July 1, 2016 was a highly anticipated day for many in Tennessee: for the very first time, wine was available for purchase in grocery stores.
Gliding in under the radar, perhaps because of all the hype surrounding the grocery store wine revolution, were many other changes to Tennessee’s alcohol-related criminal laws.
One such legislative update changed the way that Tennessee handled a small and categorically difficult class of individuals: underage DUI defendants. These are people ages 18 to 20, who are no longer juveniles, but who also are not allowed to consume alcohol at all—much less drive while under the influence. This offense is more commonly referred to as DWI—Driving While Impaired, which is distinguished from the offense of DUI that applies to those 21 years of age or older.
The Tennessee legislature decided to significantly increase the penalties for underage DWI offenders by treating them as any other DUI offender. Instead of just losing their driver’s license for a year with a $250 fine and other probation conditions such as volunteer community work, those ages 18-20 convicted of DWI would face a mandatory minimum of 48 hours in jail, a $350 fine, DUI school, and a variety of other possible penalties. Their records would also no longer be eligible for expungement. Those between 16 and 18 years of age would not be affected by the new law.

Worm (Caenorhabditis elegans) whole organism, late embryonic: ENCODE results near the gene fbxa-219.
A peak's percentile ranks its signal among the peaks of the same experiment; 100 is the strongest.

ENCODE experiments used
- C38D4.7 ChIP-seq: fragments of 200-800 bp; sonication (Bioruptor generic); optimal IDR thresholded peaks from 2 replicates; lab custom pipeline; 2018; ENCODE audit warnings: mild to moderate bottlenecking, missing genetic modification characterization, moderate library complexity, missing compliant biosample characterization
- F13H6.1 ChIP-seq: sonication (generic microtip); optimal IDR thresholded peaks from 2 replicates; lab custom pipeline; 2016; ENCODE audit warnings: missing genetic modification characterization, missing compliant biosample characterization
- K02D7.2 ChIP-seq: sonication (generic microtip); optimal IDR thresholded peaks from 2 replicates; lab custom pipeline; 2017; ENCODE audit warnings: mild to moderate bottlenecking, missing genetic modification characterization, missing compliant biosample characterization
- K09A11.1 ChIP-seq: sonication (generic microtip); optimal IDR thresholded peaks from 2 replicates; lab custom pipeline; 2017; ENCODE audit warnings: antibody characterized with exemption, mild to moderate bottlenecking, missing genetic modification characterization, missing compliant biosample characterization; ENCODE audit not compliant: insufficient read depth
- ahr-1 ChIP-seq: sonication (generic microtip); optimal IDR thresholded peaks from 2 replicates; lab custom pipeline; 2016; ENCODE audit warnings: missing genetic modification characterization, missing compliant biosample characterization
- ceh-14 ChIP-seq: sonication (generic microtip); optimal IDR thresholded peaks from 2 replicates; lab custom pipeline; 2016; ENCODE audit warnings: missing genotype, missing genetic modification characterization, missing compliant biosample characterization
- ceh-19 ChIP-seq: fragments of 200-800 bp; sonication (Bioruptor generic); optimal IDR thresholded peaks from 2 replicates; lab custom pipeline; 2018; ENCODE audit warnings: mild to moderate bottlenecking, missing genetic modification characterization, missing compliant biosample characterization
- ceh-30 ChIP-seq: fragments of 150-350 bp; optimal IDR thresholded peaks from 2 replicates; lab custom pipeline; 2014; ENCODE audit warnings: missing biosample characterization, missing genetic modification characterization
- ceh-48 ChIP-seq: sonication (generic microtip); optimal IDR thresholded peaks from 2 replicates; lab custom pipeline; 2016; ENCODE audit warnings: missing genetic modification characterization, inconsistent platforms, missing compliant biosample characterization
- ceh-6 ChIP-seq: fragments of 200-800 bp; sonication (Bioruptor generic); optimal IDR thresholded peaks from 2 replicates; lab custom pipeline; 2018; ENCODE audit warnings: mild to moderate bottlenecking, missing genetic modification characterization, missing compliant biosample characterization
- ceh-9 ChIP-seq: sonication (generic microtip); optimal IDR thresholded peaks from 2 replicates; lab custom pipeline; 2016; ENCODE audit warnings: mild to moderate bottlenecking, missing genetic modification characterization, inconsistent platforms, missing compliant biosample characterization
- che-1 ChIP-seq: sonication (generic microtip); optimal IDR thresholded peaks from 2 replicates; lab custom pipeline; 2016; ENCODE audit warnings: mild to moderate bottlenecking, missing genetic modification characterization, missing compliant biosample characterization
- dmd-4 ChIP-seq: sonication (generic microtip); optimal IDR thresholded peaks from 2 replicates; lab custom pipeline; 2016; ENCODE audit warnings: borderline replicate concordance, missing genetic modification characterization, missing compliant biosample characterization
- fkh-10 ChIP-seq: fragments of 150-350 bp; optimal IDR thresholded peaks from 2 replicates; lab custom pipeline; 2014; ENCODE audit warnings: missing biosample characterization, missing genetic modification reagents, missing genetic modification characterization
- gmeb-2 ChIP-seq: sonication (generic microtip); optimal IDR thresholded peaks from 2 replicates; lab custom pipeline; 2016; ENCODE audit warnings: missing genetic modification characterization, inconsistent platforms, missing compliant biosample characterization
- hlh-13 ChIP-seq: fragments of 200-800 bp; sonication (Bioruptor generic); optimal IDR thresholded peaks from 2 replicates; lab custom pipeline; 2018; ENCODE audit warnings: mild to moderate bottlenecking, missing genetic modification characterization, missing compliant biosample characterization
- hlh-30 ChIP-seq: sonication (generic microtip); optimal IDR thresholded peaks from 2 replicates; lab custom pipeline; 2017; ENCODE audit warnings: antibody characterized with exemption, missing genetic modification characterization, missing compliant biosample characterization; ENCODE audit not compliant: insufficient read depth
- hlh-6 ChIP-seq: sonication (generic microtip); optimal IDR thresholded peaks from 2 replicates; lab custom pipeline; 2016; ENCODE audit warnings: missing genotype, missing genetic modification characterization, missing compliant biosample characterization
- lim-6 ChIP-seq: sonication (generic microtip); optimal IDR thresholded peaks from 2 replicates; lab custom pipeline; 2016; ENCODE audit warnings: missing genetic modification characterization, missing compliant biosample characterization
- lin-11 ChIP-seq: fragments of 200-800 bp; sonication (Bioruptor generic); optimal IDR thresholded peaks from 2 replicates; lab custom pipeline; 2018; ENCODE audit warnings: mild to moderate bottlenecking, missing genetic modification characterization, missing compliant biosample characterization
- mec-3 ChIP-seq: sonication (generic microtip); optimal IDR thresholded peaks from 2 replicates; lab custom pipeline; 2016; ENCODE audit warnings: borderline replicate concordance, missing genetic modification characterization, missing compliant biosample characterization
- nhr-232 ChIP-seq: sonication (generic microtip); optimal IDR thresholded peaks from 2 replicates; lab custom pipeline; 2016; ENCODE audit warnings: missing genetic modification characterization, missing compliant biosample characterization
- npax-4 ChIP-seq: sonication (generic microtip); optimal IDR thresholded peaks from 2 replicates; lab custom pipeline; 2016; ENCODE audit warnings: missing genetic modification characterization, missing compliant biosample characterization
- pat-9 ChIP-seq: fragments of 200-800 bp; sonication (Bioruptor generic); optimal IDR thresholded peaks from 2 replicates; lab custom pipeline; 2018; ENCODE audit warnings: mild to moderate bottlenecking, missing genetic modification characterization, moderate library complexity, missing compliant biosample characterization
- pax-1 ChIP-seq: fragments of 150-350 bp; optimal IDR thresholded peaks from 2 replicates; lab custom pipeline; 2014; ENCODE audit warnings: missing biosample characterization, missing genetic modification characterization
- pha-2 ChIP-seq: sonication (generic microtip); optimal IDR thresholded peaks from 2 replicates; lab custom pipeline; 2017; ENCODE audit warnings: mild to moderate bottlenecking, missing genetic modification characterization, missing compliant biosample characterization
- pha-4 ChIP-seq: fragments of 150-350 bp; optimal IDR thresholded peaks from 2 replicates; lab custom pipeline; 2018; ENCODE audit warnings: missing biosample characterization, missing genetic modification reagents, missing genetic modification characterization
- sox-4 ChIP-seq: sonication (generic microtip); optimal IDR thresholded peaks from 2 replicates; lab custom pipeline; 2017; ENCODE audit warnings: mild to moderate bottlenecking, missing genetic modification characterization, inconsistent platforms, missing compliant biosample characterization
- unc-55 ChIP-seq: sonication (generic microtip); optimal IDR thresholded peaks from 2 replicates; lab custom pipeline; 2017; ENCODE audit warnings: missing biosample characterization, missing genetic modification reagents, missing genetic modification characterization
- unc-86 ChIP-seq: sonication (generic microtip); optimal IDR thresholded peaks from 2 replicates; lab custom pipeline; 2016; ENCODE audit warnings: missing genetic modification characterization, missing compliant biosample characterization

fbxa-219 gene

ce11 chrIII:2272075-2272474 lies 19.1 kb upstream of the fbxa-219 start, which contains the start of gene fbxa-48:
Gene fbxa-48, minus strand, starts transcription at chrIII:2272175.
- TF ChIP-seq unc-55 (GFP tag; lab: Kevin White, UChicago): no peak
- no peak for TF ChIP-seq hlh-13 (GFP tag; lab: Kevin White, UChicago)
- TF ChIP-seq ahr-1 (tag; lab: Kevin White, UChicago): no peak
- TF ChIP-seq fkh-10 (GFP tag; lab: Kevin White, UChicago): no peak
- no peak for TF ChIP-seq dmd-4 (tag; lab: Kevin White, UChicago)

However, as of September 14, 2016, those reforms to the law have been repealed, and underage DWI offenders are again considered as a distinct category of defendants with less severe punishments. The new law, contrary to the expectations of the legislators, violated a Federal zero-tolerance policy for underage driving while intoxicated. Under the Federal law, those under age 21 cannot have a blood alcohol level of over 0.02% (the legal limit for ages 21 and older is 0.08%). Although Tennessee’s law increased the penalties for underage DWI offenders, it also raised the blood alcohol limit for such offenders to 0.08%.
Tennessee was left with two choices: repeal the new law, or lose $60 million of federal funding for road maintenance and improvement. Perhaps not surprisingly, Governor Haslam called an emergency legislative session, and the change to the law was repealed. Isn’t it interesting how money is related to our laws?
The author would like to thank his associate attorney, Anna Rickels, for her research and contributions to this article.
About the Author: Steven Oberman has been licensed in Tennessee since 1980, and successfully defended over 2,500 DUI defendants. Among the many honors bestowed upon him, Steve served as Dean of the National College for DUI Defense, Inc. (NCDD) and currently serves as chair of the National Association of Criminal Defense Lawyers DUI Committee. Steve was the first lawyer in Tennessee to be Board Certified as a DUI Defense Specialist by the NCDD.
He is the author of DUI: The Crime & Consequences in Tennessee, updated annually since 1991 (Thomson-West), and co-author with Lawrence Taylor of the national treatise, Drunk Driving Defense, 7th edition (Wolters Kluwer/Aspen). Steve has served as an adjunct professor at the University of Tennessee Law School since 1993 and has received a number of prestigious awards for his faculty contributions. He is a popular international speaker, having spoken at legal seminars in 30 states, the District of Columbia and three foreign countries.
If you would like to contact the author, please visit: http://www.tndui.com